© #{current-year} All Rights Reserved. Change as desired
=end

Thus, package name matches directory layout matches module-class hierarchy.

A couple of points to head off questions:

lower case - You can make your package name whatever case you like, but all
of mine are going to be lower case. Most people seem to follow this
tradition anyway. Let’s make it a standard.

stub - don’t bug me about the stub documentation details. It’s JUST STUB
DOCUMENTATION. I don’t expect it to survive long. It’s just there as a
guideline and to remind you to document certain things, like your License
and Copyright.

rd2 - if you prefer rdoc, delete and retype as you see fit. See my point
about “stub” above.

hypocrisy - I admit I do not follow these standards 100% in my own packages
(but I’m close). However, I plan on converting all them where they differ
eventually.

Now, autogenerating a file layout is easy. It’s the install.rb script
that’s going to be the heart of this project (and thus most difficult).

Questions anyone?

Regards,

Dan

I would like to support something like this in FreeRIDE as part of our
project-management/deployment support (which does not yet exist), and I
would appreciate it if you could keep us informed as the project progresses.

Thank you,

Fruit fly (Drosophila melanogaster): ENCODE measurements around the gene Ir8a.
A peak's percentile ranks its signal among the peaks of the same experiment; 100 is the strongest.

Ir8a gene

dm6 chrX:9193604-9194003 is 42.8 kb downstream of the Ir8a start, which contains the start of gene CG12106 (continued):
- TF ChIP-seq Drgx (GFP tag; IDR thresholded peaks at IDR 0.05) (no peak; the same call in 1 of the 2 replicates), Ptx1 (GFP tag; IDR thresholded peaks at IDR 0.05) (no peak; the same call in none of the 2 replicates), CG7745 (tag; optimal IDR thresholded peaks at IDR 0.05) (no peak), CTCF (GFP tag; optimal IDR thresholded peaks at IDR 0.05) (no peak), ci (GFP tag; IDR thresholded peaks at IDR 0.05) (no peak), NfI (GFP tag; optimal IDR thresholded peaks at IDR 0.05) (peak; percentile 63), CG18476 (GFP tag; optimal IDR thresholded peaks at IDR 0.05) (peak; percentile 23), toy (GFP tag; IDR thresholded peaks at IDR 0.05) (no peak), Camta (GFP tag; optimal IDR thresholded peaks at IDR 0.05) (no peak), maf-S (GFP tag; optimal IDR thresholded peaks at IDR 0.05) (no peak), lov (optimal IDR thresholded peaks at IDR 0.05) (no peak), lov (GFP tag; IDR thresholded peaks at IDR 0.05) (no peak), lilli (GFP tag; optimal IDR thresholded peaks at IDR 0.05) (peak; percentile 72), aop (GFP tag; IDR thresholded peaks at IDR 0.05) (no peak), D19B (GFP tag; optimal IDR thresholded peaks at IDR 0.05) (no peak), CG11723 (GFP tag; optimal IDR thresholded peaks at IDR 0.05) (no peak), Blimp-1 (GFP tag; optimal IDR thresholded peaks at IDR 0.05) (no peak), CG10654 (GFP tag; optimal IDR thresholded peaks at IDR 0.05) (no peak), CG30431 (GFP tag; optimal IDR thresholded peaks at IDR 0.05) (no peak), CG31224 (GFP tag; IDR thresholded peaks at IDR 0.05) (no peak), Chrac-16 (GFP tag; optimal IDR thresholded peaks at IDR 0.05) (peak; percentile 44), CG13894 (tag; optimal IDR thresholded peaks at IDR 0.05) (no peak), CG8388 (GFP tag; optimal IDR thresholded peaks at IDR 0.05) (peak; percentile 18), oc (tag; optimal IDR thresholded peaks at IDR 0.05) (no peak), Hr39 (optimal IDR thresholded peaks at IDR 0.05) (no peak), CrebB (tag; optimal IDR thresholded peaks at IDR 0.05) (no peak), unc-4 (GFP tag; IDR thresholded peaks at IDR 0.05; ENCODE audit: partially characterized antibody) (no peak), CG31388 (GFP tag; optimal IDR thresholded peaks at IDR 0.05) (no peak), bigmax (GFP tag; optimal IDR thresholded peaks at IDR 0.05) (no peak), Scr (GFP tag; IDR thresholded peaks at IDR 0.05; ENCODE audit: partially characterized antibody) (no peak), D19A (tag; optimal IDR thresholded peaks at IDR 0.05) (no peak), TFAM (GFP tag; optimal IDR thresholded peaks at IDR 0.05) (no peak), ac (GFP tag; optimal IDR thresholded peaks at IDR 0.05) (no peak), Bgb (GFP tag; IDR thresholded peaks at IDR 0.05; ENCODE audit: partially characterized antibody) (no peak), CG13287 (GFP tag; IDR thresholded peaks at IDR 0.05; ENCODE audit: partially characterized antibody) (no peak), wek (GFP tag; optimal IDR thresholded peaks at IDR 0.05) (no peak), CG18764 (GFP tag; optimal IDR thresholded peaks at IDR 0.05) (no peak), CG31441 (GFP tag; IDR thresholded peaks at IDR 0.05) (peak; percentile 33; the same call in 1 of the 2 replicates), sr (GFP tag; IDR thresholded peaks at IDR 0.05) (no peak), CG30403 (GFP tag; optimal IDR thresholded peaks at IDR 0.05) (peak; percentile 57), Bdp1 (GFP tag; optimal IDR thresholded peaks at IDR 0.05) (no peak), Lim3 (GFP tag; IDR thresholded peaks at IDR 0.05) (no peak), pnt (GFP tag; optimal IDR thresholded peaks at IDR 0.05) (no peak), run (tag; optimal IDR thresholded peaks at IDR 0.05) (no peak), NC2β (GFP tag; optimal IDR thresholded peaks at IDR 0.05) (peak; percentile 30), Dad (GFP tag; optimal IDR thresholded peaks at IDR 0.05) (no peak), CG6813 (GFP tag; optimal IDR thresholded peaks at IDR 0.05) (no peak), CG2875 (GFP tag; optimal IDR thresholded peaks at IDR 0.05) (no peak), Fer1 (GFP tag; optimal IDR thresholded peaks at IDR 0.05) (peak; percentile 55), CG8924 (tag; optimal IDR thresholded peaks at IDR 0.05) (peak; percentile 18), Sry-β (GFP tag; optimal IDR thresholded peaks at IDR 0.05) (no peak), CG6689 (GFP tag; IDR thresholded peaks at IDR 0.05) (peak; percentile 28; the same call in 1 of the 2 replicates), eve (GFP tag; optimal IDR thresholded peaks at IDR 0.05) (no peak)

Curt

Berger, Daniel wrote:

···

-----Original Message-----

A few of us here in Denver are working on this issue. See
http://development.faeriemud.org/ModuleBuilder/. There’s a link to CVS as
well.

As far as standards, here is how the file layout is gonna be until someone
threatens me with a pair of pliers and a blowtorch (or Michael and Martin
kick me off the project):

Layout will be based on package name. A script (ala h2xs, but
with a better
name and no assumptions that C is present) will be provided to
autogenerate
the directory & file layout. The initial version of this script is called
"rbuildmaker.rb" (name subject to change) and can be found under the bin
directory on the cvs page (follow the links from the url provided above).

Examples:

package “foo” - all package names will be lower case

foo/
lib/ - foo.rb (plus whatever other libs)
doc/ - documentation
test/ - test cases here
CHANGES - changelog
install.rb - a revamped, consistent, standard install script
MANIFEST - listing of package contents